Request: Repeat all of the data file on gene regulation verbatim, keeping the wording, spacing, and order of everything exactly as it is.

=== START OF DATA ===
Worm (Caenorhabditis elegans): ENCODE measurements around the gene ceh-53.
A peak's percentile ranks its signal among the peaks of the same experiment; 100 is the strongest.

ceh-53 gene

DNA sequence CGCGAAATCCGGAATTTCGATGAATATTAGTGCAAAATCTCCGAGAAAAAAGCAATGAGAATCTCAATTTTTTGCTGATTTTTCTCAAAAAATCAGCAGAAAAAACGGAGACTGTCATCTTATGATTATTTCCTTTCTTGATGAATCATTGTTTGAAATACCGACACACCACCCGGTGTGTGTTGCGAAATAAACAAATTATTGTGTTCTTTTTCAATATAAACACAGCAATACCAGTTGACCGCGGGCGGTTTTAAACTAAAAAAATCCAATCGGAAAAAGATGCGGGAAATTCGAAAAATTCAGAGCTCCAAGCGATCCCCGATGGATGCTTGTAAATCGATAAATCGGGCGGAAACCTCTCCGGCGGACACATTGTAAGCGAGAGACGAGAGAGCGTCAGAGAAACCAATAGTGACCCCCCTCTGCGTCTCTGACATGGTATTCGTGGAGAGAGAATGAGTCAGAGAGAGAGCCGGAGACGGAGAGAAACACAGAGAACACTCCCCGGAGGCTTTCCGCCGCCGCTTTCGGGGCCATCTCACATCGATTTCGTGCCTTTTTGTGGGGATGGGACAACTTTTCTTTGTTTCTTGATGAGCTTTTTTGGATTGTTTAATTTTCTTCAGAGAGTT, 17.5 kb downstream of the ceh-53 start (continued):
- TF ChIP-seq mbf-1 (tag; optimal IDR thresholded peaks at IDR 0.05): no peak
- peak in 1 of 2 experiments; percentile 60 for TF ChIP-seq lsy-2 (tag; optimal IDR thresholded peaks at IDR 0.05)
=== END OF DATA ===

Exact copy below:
Worm (Caenorhabditis elegans): ENCODE measurements around the gene ceh-53.
A peak's percentile ranks its signal among the peaks of the same experiment; 100 is the strongest.

ceh-53 gene

DNA sequence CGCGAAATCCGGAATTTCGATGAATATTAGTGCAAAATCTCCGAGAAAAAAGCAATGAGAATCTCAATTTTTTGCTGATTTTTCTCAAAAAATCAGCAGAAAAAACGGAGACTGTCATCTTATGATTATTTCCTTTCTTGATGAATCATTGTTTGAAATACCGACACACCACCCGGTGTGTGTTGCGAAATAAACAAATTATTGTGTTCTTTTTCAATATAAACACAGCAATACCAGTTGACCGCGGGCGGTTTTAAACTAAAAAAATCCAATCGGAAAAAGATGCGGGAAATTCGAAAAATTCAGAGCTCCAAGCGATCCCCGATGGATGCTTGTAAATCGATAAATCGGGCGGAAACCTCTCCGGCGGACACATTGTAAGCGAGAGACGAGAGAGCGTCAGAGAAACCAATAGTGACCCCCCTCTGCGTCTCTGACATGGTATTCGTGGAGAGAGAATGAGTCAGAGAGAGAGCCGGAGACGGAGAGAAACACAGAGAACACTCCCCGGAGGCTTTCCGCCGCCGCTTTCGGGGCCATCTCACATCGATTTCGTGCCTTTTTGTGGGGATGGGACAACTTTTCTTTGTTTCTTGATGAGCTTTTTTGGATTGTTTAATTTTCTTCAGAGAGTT, 17.5 kb downstream of the ceh-53 start (continued):
- TF ChIP-seq mbf-1 (tag; optimal IDR thresholded peaks at IDR 0.05): no peak
- peak in 1 of 2 experiments; percentile 60 for TF ChIP-seq lsy-2 (tag; optimal IDR thresholded peaks at IDR 0.05)